Then I went to Yahoo Answers, made a bunch of fake accounts, and posted tantalizingly wrong answers to all of my own HW questions. I have told all subsequent students not to google the HW answers because there are wrong solutions out there.

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    I'm on the fence with this one. It technically does solve the problem, but it seems immoral, especially as it may negatively impact people with genuine non-homework questions in a related vein. – Compass Oct 15 '14 at 14:56
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    "I told that class that every single person was going to get an F for the semester for academic misconduct unless the student(s) came forward and admitted their action." This sort of bad-cop behavior was common enough a generation ago, but -- at least in the North American university systems I'm familiar with -- really doesn't fly anymore. If I heard a student tell me this, I would advise them to get the threat in writing and take it from there. It is no longer the professor's prerogative to fail a student -- much less a class -- for academic misconduct. – Pete L. Clark Oct 15 '14 at 15:20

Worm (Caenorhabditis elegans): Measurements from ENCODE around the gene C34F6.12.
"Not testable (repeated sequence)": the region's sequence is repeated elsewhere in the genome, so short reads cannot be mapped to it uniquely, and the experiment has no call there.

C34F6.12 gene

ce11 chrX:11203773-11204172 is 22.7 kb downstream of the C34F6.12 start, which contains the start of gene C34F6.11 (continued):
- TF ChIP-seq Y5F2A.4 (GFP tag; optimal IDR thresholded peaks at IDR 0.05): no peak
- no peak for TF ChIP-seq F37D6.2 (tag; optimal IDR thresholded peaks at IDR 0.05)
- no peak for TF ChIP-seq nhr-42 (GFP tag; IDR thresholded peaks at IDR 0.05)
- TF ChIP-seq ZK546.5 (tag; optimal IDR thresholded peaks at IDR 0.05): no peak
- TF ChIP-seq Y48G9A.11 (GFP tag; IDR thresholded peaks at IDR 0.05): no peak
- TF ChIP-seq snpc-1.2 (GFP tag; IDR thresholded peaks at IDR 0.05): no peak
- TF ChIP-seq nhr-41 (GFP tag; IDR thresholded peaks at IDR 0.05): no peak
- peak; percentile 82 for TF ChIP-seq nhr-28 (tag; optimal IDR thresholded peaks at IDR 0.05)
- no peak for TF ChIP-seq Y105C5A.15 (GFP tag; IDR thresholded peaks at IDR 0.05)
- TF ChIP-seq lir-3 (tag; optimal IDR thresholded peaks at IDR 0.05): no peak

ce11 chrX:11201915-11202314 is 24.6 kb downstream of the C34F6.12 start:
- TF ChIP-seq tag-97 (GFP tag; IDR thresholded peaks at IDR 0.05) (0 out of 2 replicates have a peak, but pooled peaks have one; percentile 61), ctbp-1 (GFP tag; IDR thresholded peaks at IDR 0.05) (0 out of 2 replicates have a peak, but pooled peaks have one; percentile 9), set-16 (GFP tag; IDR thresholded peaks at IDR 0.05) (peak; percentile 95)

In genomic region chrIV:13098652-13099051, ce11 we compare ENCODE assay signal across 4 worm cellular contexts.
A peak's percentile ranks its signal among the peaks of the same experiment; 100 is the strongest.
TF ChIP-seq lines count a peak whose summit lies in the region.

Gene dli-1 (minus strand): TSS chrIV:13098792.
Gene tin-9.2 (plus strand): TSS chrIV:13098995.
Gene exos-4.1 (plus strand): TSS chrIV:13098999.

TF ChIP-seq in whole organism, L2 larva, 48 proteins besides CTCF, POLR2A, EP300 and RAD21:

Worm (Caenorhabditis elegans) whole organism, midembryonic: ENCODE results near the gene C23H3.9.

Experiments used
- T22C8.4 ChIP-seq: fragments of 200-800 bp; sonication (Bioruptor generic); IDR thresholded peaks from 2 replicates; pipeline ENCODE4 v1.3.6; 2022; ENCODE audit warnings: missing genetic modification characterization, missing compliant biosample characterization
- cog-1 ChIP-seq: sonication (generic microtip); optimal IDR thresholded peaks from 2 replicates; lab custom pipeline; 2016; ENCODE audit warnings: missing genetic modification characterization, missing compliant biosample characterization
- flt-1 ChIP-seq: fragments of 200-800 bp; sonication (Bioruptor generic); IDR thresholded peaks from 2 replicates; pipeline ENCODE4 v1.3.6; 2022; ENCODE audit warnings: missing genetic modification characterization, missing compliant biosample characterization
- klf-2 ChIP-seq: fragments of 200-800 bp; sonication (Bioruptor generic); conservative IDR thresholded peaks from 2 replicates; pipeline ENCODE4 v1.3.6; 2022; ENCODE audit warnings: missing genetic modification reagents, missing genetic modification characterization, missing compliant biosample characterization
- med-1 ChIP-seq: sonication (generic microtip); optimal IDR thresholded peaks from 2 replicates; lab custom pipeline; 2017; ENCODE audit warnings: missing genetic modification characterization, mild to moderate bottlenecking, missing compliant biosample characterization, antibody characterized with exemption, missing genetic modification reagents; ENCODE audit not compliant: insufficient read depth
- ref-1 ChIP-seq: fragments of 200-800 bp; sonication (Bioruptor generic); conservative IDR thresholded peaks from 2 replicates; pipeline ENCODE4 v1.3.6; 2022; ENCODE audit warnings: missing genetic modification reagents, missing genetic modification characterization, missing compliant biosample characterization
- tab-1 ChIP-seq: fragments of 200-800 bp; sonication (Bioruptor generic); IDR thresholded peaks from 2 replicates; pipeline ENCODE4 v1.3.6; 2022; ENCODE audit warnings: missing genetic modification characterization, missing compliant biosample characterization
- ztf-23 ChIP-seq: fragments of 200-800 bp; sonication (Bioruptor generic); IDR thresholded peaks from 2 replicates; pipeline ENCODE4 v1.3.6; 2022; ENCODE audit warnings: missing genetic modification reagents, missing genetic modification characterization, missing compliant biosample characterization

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    "Then I went to Yahoo Answers, made a bunch of fake accounts, and posted tantalizingly wrong answers to all of my own HW questions. I have told all subsequent students not to google the HW answers because there are wrong solutions out there." Well, that's a lot of your time spent disseminating misinformation. What happened next? Have you spent the last few years posting tantalizingly wrong answers in all your courses, or did you (I hope!) change the homework assigned and/or its grading? – Pete L. Clark Oct 15 '14 at 15:25
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    @Dr Porkchop I am never taking a course taught by you – Works On Mine Nov 14 '14 at 21:18
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    Asside from the obvious moral issues I doubt this tactic would work on stackexchange. Stackexchange is much better at dealing with bad answers than yahoo answers is. – Peter Green Feb 13 '16 at 0:16